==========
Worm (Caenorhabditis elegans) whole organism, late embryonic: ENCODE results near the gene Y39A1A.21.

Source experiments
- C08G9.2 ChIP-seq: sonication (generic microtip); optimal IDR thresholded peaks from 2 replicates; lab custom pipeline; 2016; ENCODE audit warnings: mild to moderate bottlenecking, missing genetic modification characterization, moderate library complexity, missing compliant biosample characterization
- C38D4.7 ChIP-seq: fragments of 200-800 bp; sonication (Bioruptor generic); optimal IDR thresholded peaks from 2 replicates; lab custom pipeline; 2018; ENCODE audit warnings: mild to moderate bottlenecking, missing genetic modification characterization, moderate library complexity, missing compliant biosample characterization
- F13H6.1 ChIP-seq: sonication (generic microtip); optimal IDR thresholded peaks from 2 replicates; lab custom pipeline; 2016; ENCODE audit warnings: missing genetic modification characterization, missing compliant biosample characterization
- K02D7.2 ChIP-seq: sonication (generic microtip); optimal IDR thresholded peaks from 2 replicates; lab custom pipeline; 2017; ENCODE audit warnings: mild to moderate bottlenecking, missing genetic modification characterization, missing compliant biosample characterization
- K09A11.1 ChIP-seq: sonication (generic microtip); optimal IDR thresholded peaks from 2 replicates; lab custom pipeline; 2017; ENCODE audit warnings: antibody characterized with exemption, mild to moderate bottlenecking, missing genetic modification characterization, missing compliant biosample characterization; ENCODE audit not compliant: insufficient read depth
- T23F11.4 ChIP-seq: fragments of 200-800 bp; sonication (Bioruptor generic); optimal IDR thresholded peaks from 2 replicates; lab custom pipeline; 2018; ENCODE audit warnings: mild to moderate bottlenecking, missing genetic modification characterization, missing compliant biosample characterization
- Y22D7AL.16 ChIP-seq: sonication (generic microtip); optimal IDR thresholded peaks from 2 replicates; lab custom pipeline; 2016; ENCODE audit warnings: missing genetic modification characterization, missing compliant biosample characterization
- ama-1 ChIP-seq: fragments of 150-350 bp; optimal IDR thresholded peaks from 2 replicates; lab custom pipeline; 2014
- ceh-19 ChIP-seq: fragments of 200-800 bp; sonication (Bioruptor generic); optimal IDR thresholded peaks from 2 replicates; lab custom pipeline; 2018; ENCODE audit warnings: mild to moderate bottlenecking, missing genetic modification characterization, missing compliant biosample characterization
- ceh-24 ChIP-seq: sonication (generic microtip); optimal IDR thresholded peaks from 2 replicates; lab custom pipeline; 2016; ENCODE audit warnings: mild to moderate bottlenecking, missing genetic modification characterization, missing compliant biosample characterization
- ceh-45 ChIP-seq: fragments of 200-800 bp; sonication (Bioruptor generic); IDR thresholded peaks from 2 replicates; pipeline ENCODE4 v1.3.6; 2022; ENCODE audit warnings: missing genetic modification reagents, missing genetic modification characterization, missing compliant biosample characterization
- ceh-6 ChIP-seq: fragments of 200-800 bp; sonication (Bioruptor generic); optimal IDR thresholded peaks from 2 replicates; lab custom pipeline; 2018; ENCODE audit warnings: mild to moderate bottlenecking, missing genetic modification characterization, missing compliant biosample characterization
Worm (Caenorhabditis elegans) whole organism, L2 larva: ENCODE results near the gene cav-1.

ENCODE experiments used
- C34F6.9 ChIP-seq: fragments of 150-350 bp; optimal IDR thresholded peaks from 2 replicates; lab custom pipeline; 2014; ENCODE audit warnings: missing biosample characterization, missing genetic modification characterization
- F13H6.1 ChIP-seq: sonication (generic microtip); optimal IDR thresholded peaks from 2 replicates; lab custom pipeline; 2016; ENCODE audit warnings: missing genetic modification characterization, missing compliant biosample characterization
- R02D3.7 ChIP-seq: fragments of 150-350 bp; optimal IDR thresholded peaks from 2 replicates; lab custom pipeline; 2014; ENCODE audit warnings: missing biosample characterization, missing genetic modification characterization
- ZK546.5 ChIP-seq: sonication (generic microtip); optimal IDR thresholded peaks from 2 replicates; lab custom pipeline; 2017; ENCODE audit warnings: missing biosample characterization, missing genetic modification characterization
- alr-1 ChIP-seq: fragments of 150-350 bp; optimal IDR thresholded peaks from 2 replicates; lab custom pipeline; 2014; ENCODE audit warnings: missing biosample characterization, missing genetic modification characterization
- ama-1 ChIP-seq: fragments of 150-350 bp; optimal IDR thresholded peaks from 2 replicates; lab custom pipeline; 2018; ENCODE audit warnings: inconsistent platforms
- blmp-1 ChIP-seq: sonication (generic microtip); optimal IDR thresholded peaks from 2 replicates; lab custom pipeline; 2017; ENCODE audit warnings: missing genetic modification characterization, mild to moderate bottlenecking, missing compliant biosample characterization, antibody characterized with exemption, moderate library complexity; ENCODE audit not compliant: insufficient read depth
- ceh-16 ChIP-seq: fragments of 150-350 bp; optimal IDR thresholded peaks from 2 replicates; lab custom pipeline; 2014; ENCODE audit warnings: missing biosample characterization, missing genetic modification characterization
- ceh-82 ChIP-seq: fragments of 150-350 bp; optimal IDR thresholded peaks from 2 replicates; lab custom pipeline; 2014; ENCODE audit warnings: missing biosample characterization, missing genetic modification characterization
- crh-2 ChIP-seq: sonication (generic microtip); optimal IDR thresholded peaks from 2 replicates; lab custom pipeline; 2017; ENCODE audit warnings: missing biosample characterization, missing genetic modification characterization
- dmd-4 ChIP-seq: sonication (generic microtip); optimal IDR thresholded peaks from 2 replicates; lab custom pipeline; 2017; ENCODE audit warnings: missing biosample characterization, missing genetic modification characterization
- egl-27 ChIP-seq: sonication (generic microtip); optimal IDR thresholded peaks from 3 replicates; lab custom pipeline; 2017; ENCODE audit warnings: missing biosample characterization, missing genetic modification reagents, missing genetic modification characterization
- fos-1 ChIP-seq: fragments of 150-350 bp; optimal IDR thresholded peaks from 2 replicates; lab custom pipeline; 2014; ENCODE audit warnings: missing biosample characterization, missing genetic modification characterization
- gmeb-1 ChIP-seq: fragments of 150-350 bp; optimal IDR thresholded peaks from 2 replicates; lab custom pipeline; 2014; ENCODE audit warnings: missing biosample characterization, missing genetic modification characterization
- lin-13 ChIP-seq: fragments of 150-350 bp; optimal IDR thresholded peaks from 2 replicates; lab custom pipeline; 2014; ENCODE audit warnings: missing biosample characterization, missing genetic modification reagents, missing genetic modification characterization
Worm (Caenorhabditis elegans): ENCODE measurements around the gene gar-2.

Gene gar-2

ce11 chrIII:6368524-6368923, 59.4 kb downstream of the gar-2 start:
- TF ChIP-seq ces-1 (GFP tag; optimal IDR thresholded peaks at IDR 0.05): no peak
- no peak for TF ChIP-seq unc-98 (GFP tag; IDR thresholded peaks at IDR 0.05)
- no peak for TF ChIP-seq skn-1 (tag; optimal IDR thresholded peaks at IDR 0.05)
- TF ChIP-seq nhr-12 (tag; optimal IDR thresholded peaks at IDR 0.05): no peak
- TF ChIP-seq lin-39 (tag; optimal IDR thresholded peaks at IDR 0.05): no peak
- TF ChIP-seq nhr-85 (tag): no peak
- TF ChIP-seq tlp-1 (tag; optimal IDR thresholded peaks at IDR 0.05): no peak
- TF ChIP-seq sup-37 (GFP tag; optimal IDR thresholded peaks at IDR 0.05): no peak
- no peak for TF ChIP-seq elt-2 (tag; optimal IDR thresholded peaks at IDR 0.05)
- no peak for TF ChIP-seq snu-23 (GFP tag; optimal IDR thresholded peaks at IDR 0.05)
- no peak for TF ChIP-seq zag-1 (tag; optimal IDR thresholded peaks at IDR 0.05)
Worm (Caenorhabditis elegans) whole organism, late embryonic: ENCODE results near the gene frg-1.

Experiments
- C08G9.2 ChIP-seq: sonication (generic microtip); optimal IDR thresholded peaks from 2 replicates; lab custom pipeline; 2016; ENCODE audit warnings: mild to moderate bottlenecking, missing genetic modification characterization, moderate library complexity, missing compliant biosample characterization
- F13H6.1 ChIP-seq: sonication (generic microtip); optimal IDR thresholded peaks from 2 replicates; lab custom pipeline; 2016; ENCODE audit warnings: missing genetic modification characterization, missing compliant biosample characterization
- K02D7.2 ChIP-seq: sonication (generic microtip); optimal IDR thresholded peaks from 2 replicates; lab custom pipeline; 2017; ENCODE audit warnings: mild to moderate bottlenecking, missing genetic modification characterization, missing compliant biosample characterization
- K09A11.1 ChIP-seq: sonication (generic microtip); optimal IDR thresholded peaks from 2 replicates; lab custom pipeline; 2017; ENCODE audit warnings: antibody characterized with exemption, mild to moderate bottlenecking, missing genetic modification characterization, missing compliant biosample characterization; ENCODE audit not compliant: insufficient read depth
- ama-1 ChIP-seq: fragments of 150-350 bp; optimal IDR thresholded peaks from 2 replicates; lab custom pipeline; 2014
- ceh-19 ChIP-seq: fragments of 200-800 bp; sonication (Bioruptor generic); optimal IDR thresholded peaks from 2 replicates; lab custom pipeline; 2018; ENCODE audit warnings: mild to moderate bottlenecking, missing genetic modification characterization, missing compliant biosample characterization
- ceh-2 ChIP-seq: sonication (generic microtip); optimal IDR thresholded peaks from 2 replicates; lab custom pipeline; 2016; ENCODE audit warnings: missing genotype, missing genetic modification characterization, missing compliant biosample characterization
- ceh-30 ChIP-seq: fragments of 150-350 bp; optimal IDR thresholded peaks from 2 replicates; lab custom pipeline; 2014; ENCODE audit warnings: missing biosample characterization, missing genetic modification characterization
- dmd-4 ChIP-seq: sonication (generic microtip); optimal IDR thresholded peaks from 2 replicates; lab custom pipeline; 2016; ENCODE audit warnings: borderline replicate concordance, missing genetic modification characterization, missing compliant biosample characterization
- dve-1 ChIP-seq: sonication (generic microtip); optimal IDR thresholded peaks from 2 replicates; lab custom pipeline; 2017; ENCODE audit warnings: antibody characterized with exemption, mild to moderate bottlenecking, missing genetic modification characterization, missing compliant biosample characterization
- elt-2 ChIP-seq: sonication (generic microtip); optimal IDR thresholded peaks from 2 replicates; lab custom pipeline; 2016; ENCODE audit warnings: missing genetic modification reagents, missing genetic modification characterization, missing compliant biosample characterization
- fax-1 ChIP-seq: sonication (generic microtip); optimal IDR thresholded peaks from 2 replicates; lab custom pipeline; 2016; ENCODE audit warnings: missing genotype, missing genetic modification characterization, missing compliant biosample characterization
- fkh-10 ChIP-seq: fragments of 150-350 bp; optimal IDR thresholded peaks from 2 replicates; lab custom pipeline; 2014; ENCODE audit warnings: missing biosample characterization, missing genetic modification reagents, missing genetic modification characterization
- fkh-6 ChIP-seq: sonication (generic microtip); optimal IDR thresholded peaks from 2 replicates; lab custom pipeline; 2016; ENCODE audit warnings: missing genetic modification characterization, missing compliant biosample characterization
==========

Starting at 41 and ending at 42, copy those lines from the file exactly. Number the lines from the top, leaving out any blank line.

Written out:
- TF ChIP-seq tlp-1 (tag; optimal IDR thresholded peaks at IDR 0.05): no peak
- TF ChIP-seq sup-37 (GFP tag; optimal IDR thresholded peaks at IDR 0.05): no peak